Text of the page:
Egg nog. The first time he had been presented with it, it was hot in a footed crystal glass on a silver tray wielded by Dobby the House Elf. It had been thinned with rum and had appeared a pale tan-coloured grey flecked with almost-black. He tried everything offered to him, no matter how unappealing. Purebloods had tastes for things he would have scarcely considered food, he had discovered. He would never have eaten fish eggs unless he had been starving, but they served it to their beautiful friends.
Egg nog. It had looked very dubious, but he found it was delicious. The black flecks that had looked so dirty were only spices. It was thick and creamy. It was like liquid milk candy, even better than chocolate. And whether it was the heat of the beverage or the measure of rum, he felt his cheeks glow and his brain happily cuddle up into an ephemeral warm blanket. What delight.
He searched for it at meals and among aperitifs. His hosts smiled at him indulgently, amused by his enthusiasm, for he had never been drawn to sweets particularly in the past. He learned to enjoy it cold, and it reminded him of the milk that had come right from the cows that grazed behind Spinner’s End. Even so, it was without tang, smooth as befitted a Malfoy winter comestible. He drank it with and then without rum, pleased that with no additions it lost none of its warming and enveloping qualities. He was sure it was magical, though Lucius explained the recipe.
Ah, the food of Heaven. Because they knew how he enjoyed it, Dobby was instructed to provide it for him during the holiday whenever he wished. His tea was prepared with egg nog instead of milk. He had a small chilled glass upon rising. When passing the kitchens he took small drinks from shot glasses, both cold and hot. In the evening he enjoyed it laced with heady alcohol. But it seemed he was always cocooned in a warm and pleasant daze.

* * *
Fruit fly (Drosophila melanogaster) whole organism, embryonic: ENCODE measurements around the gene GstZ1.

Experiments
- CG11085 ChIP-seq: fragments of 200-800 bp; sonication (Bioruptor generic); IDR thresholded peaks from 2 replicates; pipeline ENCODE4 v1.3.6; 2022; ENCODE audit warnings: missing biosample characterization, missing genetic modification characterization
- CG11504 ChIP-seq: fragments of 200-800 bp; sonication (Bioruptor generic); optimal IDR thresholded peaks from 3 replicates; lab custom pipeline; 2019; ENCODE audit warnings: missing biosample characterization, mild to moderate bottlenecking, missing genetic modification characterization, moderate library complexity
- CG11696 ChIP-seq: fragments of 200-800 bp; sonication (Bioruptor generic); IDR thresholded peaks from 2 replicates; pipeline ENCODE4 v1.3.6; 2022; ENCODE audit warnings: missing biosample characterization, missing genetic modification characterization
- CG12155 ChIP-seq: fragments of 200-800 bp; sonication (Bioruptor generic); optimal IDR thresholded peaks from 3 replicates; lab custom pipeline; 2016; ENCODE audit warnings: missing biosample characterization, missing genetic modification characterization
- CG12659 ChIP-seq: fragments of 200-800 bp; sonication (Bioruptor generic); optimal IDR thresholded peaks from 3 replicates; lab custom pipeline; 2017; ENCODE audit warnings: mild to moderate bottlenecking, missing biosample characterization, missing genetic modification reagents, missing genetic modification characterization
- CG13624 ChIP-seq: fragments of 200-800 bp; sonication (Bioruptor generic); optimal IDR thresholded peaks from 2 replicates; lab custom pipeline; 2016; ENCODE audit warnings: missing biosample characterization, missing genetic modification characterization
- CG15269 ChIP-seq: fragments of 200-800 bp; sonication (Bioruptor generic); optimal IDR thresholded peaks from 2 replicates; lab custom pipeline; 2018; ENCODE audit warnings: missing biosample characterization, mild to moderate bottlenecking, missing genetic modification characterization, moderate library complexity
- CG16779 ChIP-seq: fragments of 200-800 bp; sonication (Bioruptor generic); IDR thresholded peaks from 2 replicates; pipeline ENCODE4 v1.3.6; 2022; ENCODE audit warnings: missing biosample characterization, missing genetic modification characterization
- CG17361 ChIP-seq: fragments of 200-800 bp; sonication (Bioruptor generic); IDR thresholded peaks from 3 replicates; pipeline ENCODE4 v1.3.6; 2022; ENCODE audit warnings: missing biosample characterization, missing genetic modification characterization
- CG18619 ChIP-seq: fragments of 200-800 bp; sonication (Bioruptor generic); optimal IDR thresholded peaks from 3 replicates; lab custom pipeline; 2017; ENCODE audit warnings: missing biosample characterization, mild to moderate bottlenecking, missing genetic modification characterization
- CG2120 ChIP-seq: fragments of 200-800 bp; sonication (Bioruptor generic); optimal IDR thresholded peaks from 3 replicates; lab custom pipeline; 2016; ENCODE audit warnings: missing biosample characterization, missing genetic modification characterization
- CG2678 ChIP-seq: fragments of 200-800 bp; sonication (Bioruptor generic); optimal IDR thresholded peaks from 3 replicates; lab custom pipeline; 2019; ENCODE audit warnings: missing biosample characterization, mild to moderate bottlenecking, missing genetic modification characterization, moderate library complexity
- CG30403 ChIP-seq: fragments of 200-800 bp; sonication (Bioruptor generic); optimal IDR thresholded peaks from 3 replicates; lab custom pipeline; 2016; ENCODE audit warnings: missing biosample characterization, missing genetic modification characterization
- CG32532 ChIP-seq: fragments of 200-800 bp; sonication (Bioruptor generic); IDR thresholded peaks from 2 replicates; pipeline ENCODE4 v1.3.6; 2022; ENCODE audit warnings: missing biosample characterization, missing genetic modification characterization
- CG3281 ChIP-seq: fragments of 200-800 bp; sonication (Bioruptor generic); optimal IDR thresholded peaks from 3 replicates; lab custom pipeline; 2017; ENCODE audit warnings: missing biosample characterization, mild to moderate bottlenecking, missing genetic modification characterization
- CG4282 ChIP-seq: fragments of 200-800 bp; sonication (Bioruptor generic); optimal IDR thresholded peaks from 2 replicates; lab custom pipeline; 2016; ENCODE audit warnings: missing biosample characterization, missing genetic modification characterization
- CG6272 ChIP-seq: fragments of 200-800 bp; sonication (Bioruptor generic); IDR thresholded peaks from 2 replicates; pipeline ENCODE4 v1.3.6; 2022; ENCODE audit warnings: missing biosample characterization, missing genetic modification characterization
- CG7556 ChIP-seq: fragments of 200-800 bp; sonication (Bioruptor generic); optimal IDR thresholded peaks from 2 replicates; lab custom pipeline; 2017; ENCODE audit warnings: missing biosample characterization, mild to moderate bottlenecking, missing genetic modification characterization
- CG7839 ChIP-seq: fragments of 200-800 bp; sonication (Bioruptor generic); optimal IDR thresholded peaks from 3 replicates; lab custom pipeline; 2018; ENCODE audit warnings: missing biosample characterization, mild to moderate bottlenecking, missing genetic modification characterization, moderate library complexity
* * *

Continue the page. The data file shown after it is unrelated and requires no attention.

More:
It was a visitor who commented first. “You look as if you have spent a bracing day in the cold.”
He had smiled, for he had taken a walk that morning, thinking nothing of it.
Lucius noticed soon. “Your cheeks are bright red. You are usually quite pale. How are you feeling? You don’t want to be ill at Christmas.”
“Oh, no. I feel wonderful.” But Severus had looked in the mirror, and his cheeks were indeed scarlet and the skin felt hot and… stretched. That was it. He had been having trouble concentrating on his potions.
Lucius touched his neck. “You are very warm. I think we should see my father.”
Severus didn’t wish to trouble Abraxas with problems. It was his job to solve problems of potions and magic, to be an aid. He was supposed to be a solution, not to come to his patron with any of his small troubles. At the same time, as he tried any food offered him, no matter how outré, he also immediately co-operated with any suggestion of either Malfoy.
Abraxas ran his thumb over the red cheeks and felt his head. His hands were cool, and Severus realised he was indeed feeling a little… dizzy? Perhaps vague was a better word.
Severus’ face was worried. Lucius was right. He really did not want to be ill at Christmas, and certainly did not want to be ill here, or in any sense a burden. It would be so mortifying to be nursed, and so counter to all his work to show how useful he could be.
“Don’t be so concerned, Severus. Everything is all right. You’ve been drinking a great deal of egg nog recently, haven’t you? Have you ever had it before?”
Severus brightened at the thought of his favourite beverage. “No, sir.”
“Do you know I am very fond of hot apple cider, especially at Christmas?”
“No, sir.” Why were they talking about drinks? he wondered.
“Ah, the crisp flavour, redolent of autumn orchards! The tang presaging the celebration of familial cheer! The feeling of well-being, and contentment — of being wrapped in a world of happy dream! And yet… you have seen no cider this holiday season, have you?”
“That is because it has exactly this effect upon me. And it will grow worse the more you drink. I am allergic to apples.”
And Severus was allergic to egg nog. But he had shared this personal moment of wonder and loss with the great man.